Dr. Swiner’s Medical Note of the Month-August 2009-ADHD

Attention Deficit Hyperactivity Disorder (ADHD) is a condition I see and treat often in my practice as a Family Physician, and it is a controversial and passionate topic for a lot of my patients. I have those parents and children who do not agree with the opinions and impressions of teachers and school leaders who suspect the condition, seemingly too quickly and too frequently. And in terms of treatment, I have those parents who question the safety and effectiveness of the medicines used to treat the condition. 

A fairly representative depiction of this discussion usually goes as follows: Elementary school aged child is brought in my Mom or Dad, frustrated by their behavior at school and constant comments or calls made to them by his or her teacher. He or she was doing well in school until 2nd or 3rd grade, when Teacher began to notice what she described as “fidgetiness.” Now, a perfectly intelligent, previously well-behaved child is slipping in his or her grades and is earning demerits for bad behavior. He or she has begun interrupting class by talking, passing notes frequently, and keeps forgetting his or her homework assignments. Teacher has suspicions for ADHD and suggests an evaluation.

Or this: Mom or Dad brings elementary school child into the office to ask about his or her being “hyperactive”. He or she won’t listen to directions, talks back, and can’t sit still. He or she does well in school otherwise, and the parents have become frustrated when usual discipline no longer works.

There are 3 general types, including inattentive, hyperactive-impulsive, or combined. It was originally thought that boys have it more than girls, but more recent studies have not shown a clear predominance. There are nine following criteria must be present in both the home and outside of the home, must be present for at least 6months, and must be identified before the age of 7. They also need to have clear disruption of school or social functioning and cannot be due to another mental or emotional condition, such as anxiety, depression, or a personality disorder of some sort. These criteria are too many to list, however, they include:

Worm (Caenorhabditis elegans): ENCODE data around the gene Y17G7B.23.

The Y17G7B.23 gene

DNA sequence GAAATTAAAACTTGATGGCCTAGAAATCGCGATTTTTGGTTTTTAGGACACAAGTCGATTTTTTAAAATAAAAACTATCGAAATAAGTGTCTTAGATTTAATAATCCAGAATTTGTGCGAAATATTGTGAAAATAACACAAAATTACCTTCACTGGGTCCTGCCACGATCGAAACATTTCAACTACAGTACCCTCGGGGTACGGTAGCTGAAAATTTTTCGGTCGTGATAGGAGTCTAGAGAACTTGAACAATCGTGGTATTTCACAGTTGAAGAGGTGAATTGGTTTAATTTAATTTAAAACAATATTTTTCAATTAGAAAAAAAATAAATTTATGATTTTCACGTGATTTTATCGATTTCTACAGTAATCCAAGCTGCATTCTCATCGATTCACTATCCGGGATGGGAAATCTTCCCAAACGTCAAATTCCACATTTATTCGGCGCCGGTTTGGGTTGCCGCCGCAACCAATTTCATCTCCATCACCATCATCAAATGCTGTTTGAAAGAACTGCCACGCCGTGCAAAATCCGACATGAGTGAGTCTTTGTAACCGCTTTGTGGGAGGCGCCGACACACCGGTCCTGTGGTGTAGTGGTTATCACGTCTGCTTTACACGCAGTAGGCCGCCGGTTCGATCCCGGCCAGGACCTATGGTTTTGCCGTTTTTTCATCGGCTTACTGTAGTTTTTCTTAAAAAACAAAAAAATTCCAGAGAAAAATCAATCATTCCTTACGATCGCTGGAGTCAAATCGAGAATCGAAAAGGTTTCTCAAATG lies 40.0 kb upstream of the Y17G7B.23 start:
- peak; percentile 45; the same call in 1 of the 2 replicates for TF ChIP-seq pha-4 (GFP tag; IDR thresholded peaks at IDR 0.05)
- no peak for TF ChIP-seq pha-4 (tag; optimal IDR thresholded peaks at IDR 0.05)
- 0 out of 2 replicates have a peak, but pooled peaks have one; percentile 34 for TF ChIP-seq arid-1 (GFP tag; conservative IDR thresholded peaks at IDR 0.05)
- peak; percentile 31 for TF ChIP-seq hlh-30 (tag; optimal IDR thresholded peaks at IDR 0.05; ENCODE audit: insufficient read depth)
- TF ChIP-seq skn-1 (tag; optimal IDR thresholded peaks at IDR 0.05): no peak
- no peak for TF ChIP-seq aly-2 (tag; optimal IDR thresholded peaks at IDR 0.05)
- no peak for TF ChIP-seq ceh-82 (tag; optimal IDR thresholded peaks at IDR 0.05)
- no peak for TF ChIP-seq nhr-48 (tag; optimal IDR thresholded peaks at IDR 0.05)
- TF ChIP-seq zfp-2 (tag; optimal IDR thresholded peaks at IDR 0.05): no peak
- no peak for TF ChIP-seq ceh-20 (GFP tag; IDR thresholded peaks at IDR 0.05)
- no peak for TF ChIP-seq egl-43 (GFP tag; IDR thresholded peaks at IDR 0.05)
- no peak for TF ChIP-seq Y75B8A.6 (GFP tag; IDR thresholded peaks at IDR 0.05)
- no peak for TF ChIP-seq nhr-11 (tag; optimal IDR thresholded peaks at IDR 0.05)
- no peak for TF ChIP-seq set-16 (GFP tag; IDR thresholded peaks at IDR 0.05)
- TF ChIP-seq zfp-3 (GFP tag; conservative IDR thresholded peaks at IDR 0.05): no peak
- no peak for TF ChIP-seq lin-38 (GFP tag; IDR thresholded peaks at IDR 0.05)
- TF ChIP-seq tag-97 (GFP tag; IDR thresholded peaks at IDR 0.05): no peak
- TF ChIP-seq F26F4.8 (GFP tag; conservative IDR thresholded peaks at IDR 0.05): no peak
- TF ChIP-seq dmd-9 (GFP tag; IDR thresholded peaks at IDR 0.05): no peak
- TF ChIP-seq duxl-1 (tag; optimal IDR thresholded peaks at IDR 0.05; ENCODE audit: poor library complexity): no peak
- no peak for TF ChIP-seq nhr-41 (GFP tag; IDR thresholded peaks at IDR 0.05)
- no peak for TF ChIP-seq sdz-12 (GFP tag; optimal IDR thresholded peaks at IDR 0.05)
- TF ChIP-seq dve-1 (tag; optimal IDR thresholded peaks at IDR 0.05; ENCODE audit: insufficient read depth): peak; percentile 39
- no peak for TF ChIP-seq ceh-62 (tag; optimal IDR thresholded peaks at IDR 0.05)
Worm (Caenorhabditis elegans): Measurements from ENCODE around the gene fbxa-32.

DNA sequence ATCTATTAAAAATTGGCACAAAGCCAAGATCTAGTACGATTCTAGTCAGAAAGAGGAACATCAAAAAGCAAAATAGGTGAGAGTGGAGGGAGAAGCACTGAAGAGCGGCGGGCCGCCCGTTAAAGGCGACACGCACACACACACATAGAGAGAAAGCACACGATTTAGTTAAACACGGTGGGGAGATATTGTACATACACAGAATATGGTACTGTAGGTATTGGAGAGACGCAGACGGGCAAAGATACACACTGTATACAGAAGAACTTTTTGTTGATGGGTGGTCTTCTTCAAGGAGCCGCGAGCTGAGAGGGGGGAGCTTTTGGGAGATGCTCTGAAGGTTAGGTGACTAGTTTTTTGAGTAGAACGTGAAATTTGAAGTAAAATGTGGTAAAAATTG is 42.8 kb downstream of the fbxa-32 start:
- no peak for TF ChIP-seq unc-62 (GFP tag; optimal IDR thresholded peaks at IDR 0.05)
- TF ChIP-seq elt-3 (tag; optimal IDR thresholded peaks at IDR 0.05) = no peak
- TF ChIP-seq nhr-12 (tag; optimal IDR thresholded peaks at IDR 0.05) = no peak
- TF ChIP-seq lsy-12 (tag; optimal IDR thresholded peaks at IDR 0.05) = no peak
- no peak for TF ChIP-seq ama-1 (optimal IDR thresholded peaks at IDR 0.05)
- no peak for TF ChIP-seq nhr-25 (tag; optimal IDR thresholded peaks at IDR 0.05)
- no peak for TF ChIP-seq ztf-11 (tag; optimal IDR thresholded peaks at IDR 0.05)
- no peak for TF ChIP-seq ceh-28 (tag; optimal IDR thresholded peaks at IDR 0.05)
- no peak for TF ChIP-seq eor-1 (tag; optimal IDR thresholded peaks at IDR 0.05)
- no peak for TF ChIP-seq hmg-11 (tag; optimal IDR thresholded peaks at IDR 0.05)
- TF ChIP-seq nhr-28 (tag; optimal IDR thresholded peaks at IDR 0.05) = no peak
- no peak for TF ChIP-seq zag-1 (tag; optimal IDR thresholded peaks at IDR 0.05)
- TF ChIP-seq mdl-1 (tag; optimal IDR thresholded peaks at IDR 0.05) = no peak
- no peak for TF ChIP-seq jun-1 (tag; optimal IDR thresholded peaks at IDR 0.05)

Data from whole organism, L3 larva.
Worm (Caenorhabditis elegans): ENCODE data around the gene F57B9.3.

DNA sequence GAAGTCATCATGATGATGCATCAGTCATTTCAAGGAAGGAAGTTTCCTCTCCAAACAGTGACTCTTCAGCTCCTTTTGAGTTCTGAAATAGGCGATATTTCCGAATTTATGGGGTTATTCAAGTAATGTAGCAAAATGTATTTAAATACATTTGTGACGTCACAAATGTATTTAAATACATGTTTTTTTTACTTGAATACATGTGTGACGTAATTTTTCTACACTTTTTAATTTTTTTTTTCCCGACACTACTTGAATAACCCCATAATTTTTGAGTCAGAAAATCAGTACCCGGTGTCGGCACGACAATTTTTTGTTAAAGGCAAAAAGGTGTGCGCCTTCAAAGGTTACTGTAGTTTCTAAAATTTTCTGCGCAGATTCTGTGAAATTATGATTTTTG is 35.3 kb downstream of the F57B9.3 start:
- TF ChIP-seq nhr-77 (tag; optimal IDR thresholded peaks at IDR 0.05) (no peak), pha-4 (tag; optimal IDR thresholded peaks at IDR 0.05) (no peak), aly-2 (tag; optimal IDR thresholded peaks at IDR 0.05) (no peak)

-difficulty paying close attention to direction-difficulty maintaining a level of attention-being “on the go” and talking excessively-interrupting or intruding often.

From recent studies, ADHD is a chronic disorder that may be associated with levels of dopamine, nor-epinephrine, and serotonin chemicals in the brain. (Am Fam Physician. 2009;79 (8): 657-665) Due to the imbalance of these chemicals, patients with ADHD may suffer from academic, behavioral, emotional and social issues. Also, because these chemicals have been identified, the medicines used to treat ADHD are directed toward these chemicals. Most medications are called “stimulants”, which are the medicines that interestingly have a calming effect on the child. These include, Ritalin (methylphenidate), Concerta, and Adderall, among others. If used correctly at the smallest needed dose, these medicines are very effective but can all come with possible side effects of appetite suppression, weight loss, insomnia and headache. I often am asked about their effect on growth of kids, and I explain it has been shown that these medicines have had association with the trajectory of growth, but not the amount of growth. This means, if a child’s growth spurt is to be 1-2feet within a year, it may take a little longer for him or her to reach that 1-2 foot growth spurt yet it does not mean he or she will only grow half as much.